Researchers successfully demonstrate a quantum gate in silicon
Milestone on the path to the quantum computer: Scientists of the University of Konstanz, Princeton University, and the University of Maryland have developed a stable quantum gate for two-quantum bit systems made of silicon. The quantum gate is able to perform all necessary basic operations of the quantum computer. The electron spin of individual electrons in silicon is used as the basic storage unit ("quantum bits"). The research results were published ahead of print in Science on 7 December 2017.
It will take quite a few years until the production of commercial quantum computers. Quantum computers will be more efficient and will be able to solve problems impossible for current computers. However, the quantum computer reacts much more sensitively to external disturbances than a conventional machine. Consequently, a primary goal is to create stable "quantum gates"—the basic "building block" of the quantum computer. Scientists from the University of Konstanz, Princeton University and the University of Maryland now succeeded in creating stable quantum gates for two-quantum bit systems. Their quantum gate uses individual electrons in silicon to store the quantum bits, and they can precisely control and read out the interaction of two quantum bits. This way, the experiment includes all necessary basic operations of the quantum computer.
From electron to quantum bit
Just as a classical digital computer uses bits with the values of either zero or one as the basic units for all calculation processes, a quantum computer, uses quantum bits. The difference is that the quantum bit is not limited to two states (zero and one), but can exist in multiple states at once, and is therefore much more complex in its implementation than a simple digital system. Researchers have come up with several ideas for technically realizing a quantum bit, for example, using ions or superconducting systems. The researchers from Konstanz, Princeton and Maryland, however, use the electron spin, the intrinsic angular momentum of a single electron, as the basis of quantum bits. The electron's direction of rotation corresponds to the zero and one values of the digital bit, but in its exact quantum state, the electron is able to hold more information than just a simple zero or one.
A first achievement of the researchers was therefore to extract a single electron from the billions of atoms of a silicon piece. "That was an extraordinary achievement by our colleagues from Princeton," says physicist Professor Guido Burkard, who coordinated the theoretical research in Konstanz. The researchers used a combination of electromagnetic attraction and repulsion to separate a single electron from the electron bunch. The separated electrons are then lined up precisely and each is embedded in a kind of "hollow," where they are held in a floating state.
The next challenge was to develop a system to control the angular momentum of individual electrons. Konstanz physicists Guido Burkard and Maximilian Russ have developed the following method: a nano-electrode is applied to each electron. Using a magnetic field gradient, the physicists can create a position-dependent magnetic field with which to access the individual electrons, thereby enabling the researchers to control the angular momentum of the electrons. This way, they have created stable one-quantum-bit systems to store and read out information in the form of electron spins.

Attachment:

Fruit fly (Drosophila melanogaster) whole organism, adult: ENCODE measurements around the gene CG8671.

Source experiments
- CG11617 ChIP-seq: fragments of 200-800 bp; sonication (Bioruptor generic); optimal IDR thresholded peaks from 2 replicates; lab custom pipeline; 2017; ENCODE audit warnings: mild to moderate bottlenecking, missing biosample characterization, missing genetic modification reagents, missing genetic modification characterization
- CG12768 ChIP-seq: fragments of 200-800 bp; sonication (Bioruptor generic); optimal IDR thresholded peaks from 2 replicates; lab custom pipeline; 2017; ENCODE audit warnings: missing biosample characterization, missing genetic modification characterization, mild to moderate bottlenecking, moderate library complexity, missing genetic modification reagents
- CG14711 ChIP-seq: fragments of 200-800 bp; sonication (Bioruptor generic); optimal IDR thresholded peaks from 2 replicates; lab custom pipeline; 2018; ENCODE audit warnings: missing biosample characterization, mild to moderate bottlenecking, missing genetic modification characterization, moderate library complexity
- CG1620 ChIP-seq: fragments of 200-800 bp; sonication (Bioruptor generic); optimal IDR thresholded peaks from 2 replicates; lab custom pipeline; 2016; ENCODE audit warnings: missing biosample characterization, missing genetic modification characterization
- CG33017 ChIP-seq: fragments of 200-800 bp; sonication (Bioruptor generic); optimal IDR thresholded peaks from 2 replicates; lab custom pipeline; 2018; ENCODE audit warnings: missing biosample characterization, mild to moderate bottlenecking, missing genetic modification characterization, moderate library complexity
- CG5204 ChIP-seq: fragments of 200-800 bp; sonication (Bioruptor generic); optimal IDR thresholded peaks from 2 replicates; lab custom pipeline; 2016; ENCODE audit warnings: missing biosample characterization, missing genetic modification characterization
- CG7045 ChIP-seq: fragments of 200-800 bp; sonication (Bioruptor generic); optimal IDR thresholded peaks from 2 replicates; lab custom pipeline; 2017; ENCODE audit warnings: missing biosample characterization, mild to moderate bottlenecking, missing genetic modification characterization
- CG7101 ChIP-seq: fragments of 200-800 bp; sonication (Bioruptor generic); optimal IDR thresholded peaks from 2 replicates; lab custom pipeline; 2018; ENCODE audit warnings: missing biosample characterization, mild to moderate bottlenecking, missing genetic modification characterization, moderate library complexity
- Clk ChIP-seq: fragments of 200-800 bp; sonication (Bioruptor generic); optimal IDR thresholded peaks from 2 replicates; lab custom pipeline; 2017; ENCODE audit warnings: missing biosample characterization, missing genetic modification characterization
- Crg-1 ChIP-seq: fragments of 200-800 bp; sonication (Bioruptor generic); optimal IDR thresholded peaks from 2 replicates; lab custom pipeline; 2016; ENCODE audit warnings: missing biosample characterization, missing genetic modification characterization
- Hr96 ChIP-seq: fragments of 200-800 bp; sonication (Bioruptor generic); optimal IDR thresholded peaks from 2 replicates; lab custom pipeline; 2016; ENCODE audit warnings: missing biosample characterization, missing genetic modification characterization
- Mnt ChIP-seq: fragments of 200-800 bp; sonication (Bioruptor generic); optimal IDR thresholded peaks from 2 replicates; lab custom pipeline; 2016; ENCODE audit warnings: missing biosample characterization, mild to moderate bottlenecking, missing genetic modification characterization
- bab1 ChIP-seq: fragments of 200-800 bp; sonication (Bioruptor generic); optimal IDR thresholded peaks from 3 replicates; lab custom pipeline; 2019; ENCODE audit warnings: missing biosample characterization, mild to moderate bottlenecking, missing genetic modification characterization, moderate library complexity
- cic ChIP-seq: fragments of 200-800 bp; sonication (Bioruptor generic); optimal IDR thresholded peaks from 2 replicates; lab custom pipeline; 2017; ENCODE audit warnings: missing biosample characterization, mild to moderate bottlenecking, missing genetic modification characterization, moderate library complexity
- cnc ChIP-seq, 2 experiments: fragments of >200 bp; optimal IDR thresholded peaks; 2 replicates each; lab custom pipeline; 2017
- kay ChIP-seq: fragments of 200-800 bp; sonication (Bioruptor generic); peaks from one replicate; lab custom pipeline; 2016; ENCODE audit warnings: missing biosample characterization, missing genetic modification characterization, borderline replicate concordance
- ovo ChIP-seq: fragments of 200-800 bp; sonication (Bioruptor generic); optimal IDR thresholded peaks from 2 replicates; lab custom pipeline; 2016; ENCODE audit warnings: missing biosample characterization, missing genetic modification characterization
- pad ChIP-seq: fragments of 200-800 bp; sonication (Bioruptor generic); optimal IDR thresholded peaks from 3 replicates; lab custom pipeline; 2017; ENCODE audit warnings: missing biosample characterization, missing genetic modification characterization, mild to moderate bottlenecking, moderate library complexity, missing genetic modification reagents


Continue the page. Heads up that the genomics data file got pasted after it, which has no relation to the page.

The step towards the two-quantum bit system
One quantum bit, however, is not enough to generate the basic switching system of a quantum computer. To do so, two quantum bits are required. The crucial step the Konstanz researchers took towards the two-quantum bit system was to link the states of two electrons. Such a link makes it possible to construct basal switching systems with which all basic operations of the quantum computer can be performed. For example, the system can be programmed in such a way that an electron rotates only when its adjacent electron has a spin in a predetermined direction.
This meant that the researchers from Konstanz had to create a stable system to link the spins of two individual electrons. "That was the most important and difficult part of our work," says Guido Burkard, who designed and planned the method together with team member Maximilian Russ. They developed a switching system that coordinates the angular momentum of two electrons in inter-dependence. An additional nano-electrode is placed between the two "hollows" in which the silicon electrons are floating. This electrode controls the coupling between the two electron spins. With this method, the physicists have realized a stable and functional basic processing unit of a quantum computer. Fidelities for single quantum bits are above 99 percent, and about 80 percent for two interacting quantum bits—significantly more stable and more accurate than in previous attempts.
Silicon—a "silent material"
The base material of the quantum gate is silicon. "A magnetically very silent material with only a low number of own nuclear spins," Guido Burkard says, summarizing the advantages of silicon. It is important that the atomic nuclei of the chosen material do not have too many spins, that is, intrinsic angular momentum, which could interfere with the quantum bits. Silicon, with around five percent, has an extremely low spin activity of its atomic nuclei and is therefore a particularly suitable material. Another advantage: Silicon is the standard material of semiconductor technology and accordingly well researched. The scientists can therefore benefit from many years of experience with the material.